In introducing Chen et al.'s new study, Science magazine (where it was published) says "satellite measurements of gravity variations show that the Greenland Ice Sheet now is disappearing at the rate of about 240 cubic kilometers per year," stating as factual what is really only suggested by the authors' analysis, and that only tenuously. But why take our word for it? Simply consider what the three researchers themselves have to say about the subject.
Forming the basis for the ice sheet mass balance assessment of Chen et al. were data returned from the Gravity Recovery and Climate Experiment (GRACE) satellite mission, which was launched in March of 2002 and has since been providing measurements of earth's gravity field at roughly monthly intervals. These data, however, which covered the period April 2002 to November 2005 in the Chen et al. study, had to be significantly "massaged" before they were usable.
First came what the scientists call the "GRACE dealiasing process," which was designed to remove atmospheric and oceanic contributions from the gravity signals and that requires an entire User Handbook to describe its particulars. Then came corrections for post-glacial rebound or PGR, which is the rebounding of earth's crust and mantle from the depressing effects of the crushing weights of past glacial ice loads. With respect to the complexities of this procedure, Chen et al. state that "because PGR effects are present within the same geographical regions as current deglaciation, a PGR model [our italics] is required to separate the effects."
Expanding on this complication and its potential resolution, the three University of Texas at Austin scientists note that "different PGR models may show large discrepancies in modeling the Greenland surface deformation effect," but because "average PGR effects over all of Greenland are estimated [again by models] to be small," they neglect them altogether, not only over the bulk of Greenland, but also over vast regions of the ocean surrounding Greenland.
A third problem is the limited spatial resolution of GRACE gravity fields, which shortcoming the researchers attempt to overcome by using "numerical simulations [our italics] to assign [our italics] mass changes to regions suggested by remote sensing or other observations." But in spite of this dubious attempt at improvement, they still find that the "limited spatial resolution of GRACE estimates causes a large portion of variance to be spread into the surrounding oceans, even though the actual source location is likely on the continent."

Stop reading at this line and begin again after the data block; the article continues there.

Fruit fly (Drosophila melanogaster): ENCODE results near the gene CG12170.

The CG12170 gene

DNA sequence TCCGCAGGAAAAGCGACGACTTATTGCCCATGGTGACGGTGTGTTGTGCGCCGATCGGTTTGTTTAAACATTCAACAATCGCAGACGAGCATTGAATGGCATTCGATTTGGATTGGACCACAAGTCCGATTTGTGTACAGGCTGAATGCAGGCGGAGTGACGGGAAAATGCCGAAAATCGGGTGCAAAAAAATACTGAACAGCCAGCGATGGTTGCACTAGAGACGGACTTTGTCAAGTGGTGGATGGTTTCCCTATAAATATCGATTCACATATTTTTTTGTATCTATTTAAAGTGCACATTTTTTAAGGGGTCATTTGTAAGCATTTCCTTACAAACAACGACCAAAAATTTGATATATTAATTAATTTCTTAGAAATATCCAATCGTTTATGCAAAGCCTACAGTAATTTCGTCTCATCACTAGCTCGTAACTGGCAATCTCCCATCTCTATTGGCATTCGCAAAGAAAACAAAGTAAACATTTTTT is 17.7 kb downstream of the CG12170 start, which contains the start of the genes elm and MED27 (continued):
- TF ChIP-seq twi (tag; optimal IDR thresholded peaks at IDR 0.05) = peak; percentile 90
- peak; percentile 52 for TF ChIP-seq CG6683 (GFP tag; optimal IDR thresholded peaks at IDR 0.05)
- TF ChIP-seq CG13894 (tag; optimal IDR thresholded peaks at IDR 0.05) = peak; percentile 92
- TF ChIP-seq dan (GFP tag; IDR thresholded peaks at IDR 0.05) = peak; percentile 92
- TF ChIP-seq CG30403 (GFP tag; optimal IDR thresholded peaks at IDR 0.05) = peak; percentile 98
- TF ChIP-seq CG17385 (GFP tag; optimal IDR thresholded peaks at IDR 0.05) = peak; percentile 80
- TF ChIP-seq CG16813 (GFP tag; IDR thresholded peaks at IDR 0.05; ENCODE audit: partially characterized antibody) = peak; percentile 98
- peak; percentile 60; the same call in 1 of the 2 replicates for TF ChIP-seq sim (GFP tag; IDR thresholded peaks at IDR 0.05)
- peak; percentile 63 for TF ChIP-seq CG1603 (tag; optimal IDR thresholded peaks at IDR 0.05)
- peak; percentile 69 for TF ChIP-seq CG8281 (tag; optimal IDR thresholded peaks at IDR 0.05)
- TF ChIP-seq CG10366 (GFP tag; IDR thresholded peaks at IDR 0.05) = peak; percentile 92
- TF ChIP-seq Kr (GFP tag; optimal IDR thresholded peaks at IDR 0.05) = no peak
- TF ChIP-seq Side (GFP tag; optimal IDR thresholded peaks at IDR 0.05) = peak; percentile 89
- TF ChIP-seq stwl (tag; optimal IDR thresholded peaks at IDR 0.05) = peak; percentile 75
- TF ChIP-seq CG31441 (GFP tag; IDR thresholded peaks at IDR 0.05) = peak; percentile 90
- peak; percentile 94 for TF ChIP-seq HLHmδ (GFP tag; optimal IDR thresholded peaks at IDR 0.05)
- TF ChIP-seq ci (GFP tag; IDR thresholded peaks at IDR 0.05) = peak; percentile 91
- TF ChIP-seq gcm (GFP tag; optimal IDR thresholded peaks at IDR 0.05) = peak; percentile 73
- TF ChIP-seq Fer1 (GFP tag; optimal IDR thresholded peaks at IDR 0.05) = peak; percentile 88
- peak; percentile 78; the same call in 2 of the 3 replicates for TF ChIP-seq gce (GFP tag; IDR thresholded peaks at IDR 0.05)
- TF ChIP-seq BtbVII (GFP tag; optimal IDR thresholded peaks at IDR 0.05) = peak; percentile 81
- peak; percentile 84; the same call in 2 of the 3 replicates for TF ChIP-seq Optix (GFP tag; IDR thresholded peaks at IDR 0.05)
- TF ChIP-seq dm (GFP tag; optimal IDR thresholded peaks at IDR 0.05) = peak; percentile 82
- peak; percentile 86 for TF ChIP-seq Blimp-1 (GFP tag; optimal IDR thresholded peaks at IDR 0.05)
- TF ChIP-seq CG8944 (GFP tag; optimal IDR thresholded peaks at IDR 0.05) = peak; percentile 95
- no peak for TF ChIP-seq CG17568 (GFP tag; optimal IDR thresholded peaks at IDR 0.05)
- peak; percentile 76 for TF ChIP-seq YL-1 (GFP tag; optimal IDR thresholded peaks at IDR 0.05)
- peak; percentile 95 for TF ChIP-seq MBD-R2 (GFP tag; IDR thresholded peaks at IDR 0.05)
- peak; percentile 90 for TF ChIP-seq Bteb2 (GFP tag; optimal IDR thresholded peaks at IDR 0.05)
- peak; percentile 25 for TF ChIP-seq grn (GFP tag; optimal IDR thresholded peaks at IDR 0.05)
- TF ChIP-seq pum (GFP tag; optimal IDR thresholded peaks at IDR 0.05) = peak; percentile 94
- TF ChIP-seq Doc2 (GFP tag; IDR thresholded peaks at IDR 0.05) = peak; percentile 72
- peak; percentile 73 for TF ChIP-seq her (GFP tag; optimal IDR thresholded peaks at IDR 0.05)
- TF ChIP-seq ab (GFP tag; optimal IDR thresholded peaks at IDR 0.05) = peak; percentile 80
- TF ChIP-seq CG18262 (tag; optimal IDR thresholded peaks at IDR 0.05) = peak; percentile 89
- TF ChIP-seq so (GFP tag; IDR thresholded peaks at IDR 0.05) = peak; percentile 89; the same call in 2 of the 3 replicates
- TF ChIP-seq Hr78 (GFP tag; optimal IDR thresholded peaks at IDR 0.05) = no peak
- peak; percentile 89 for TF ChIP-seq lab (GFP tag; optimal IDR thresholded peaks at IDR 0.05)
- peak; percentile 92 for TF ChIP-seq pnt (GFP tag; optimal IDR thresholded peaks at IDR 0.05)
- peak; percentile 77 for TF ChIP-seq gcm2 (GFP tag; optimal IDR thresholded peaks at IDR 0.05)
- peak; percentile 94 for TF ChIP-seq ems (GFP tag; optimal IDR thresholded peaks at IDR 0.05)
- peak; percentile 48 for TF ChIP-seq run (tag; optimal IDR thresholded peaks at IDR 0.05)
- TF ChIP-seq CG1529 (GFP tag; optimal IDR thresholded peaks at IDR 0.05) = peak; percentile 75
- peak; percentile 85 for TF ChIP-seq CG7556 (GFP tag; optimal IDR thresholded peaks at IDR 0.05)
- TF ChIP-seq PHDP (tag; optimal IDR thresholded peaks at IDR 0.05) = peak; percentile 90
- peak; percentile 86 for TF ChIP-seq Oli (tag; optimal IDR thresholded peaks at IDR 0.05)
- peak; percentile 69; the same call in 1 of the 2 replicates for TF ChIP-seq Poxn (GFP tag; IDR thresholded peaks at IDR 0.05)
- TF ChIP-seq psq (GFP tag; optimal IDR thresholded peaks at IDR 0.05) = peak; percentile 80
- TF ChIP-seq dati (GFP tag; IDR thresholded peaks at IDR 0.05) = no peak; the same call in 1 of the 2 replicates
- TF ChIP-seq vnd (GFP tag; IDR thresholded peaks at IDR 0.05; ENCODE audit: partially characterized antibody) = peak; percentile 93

A fourth nagging problem, in the words of the researchers, is that "PGR effects from nearby regions such as Hudson Bay may contribute to variations over Greenland." In fact, they admit that "many [our italics] error sources may affect our GRACE estimates, which include the remaining GRACE measurement error (after spatial smoothing), uncertainty in the background geophysical models used in GRACE, and unquantified [our italics] other leakage effects." And for even more errors associated with GRACE assessments of ice sheet mass balance, see our review of the study of Velicogna and Wahr (2006).
So just how questionable might the GRACE results possibly be? In a comparative study of the ice sheet mass balance over Svalbard, Chen et al. note that the technique they employ yields a mass wastage of about 75 km3/year, but that absolute gravity measurements indicate a melting rate of about 50 km3/year, and that surface deformation data suggest an ice loss rate of about 25 km3/year. If one or the other of these results is correct, the GRACE approach employed by Chen et al. could be anywhere from 50% to 200% too high.
Even more telling is Chen et al.'s open acknowledgement that "another study (Zwally et al., 2005) based on 10 years of radar altimetry data during the period 1992 to 2002 suggests a small mass gain [our italics] for Greenland," which is even opposite in sign to their estimate. In light of these many observations, all of which come from Chen et al.'s own paper, we find no need to say anything more. Most rational people should be able to draw their own conclusions about the matter.
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